Hope in the Face of Terror
Yesterday I saw and heard a great speaker, Immaculée Ilibagiza, speak about how she survived the Rwandan genocide and, perhaps even more astounding, her path towards forgiveness. I had read her book, Left to Tell, a couple of years ago and was blown away by her story. She spent 91 days hiding in a tiny bathroom with seven other women, in total silence, while mobs of Hutu people hunted for her and every other member of the Tutsi tribe. In a matter of 100 days, nearly one million people were slaughtered, in the most intense genocide of the 20th century.
I also saw a remarkable play, this past Friday, called “The Overwhelming” that offered a powerful glimpse into the build-up to the Rwandan genocide and I’m continuing to immerse myself in reading, in preparation for my trip to Rwanda in January.
The story of this tiny country is tragic. What truly terrifies me, is the fact that everyday people (not military, not trained terrorists, not criminals), turned on their neighbors, friends, and fellow people; they began a mass slaughtering of people, in the most gruesome ways imaginable.
How are we, human beings, capable of such acts?
To distance ourselves from these people, would only ignore the fact that we are all capable of such atrocities. I think that is a hard truth. And yet it is so important to acknowledge. Do we too, not justify taking the lives of others? We may call it collateral damage, but in that definition lies our ability to objectify human life. Certainly, they are different circumstances, but is our dropping bombs on people any more “right” than Hutu killing Tutsi?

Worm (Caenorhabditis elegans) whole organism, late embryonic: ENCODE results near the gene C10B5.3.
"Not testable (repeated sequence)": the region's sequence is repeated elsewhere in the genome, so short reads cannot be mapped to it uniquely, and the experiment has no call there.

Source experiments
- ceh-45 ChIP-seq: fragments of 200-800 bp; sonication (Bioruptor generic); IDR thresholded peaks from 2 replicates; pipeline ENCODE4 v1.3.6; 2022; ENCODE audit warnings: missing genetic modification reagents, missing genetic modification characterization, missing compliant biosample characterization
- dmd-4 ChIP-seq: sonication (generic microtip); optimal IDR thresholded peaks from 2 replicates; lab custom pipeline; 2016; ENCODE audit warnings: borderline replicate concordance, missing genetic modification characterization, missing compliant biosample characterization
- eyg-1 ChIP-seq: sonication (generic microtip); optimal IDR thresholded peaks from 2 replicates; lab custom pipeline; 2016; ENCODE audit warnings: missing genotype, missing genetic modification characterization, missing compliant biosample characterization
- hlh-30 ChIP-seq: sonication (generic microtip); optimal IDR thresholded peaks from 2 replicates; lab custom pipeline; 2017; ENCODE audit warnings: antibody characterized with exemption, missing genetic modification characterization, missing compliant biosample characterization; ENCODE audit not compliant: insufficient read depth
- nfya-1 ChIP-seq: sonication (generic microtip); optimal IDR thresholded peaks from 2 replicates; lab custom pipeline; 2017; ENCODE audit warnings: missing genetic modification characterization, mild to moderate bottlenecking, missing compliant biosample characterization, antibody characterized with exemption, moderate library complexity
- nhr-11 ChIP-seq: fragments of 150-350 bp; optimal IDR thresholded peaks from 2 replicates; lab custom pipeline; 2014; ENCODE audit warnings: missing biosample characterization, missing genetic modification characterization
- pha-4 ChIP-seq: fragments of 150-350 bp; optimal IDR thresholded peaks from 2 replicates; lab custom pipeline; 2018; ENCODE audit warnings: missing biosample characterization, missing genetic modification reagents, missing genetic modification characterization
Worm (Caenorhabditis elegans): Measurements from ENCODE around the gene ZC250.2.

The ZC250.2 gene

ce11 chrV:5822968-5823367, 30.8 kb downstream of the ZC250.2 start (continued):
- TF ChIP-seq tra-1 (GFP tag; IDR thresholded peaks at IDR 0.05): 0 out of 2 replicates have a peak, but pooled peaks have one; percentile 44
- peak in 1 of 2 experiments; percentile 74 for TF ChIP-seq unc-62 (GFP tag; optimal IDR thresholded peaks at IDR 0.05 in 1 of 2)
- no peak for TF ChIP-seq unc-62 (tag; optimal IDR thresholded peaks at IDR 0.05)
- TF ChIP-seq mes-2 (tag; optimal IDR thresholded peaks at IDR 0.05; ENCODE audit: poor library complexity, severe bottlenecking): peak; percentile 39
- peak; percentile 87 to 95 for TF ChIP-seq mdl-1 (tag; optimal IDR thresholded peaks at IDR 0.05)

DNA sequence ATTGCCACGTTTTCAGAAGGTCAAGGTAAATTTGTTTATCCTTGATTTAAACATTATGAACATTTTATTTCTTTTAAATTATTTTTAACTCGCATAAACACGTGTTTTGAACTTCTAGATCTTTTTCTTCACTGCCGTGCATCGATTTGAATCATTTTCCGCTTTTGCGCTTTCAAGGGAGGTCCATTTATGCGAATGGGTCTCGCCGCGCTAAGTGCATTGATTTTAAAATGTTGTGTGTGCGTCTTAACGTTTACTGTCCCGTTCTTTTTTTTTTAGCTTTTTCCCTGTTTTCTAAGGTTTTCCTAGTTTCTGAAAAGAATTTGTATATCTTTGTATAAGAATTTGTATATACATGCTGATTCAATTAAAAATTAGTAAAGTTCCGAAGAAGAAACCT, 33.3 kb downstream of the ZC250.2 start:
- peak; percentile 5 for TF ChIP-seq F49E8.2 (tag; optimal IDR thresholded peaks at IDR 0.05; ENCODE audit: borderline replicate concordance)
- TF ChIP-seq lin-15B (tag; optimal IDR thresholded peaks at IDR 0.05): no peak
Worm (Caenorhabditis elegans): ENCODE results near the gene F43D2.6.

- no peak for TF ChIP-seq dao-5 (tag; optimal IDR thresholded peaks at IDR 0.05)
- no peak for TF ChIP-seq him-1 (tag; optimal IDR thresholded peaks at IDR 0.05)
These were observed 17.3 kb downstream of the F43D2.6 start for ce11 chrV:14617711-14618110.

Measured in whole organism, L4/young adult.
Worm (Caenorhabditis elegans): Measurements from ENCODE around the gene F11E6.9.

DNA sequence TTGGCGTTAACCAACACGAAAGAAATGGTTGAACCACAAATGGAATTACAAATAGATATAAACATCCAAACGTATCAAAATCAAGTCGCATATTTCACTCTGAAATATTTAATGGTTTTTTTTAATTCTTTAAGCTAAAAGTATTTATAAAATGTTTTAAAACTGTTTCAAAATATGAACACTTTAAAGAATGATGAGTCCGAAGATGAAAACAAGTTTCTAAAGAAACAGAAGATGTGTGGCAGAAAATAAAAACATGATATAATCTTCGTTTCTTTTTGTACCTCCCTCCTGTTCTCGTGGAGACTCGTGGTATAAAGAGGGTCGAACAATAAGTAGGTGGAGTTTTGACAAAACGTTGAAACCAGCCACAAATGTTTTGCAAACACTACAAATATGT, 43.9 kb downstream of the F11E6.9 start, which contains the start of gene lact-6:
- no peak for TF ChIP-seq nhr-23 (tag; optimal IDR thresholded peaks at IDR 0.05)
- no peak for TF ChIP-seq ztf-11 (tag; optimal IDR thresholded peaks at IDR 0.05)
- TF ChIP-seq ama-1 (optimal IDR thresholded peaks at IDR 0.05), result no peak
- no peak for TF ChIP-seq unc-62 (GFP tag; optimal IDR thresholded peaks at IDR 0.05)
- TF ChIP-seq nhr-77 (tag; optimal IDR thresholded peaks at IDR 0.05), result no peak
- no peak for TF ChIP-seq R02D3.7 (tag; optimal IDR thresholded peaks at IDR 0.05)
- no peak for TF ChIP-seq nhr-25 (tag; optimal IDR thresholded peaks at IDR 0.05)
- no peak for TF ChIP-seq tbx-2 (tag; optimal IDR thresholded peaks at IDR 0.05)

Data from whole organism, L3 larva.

Still, Immaculée offers us hope with her message. She travels around the world sharing her story of forgiveness. Through her deep faith in God, she is able to forgive those people who killed her mother, her father, her brothers and her people. I think that whatever your religion is (or isn’t), there is so much power in that forgiveness – so much hope for humanity. We may all be capable of doing terrible things, but we are also capable of forgiving, of making peace, of loving.
A couple of weeks ago I also finished an amazing book called Long Walk to Freedom: The Autobiography of Nelson Mandela. What an incredible life Mandela has lived. Offering another example, as he spent 27 years in prison, but was able to forgive a race that so brutally oppressed him. It is easy to hold people like Mandela and Immaculée in a high, unreachable place, as though they are super-human beings. Perhaps the most poignant lesson that I have learned in reading their stories and hearing Immaculée speak, is that they are (in fact) human beings – like you and me. Therein lies that hope I speak of. We are all capable of great things, if we allow ourselves to love, instead of hate.
Mandela sums up this important lesson with this quote from his autobiography: “No one is born hating another person because of the colour of his skin, or his background, or his religion. People must learn to hate, and if they can learn to hate, they can be taught to love, for love comes more naturally to the human heart than its opposite.”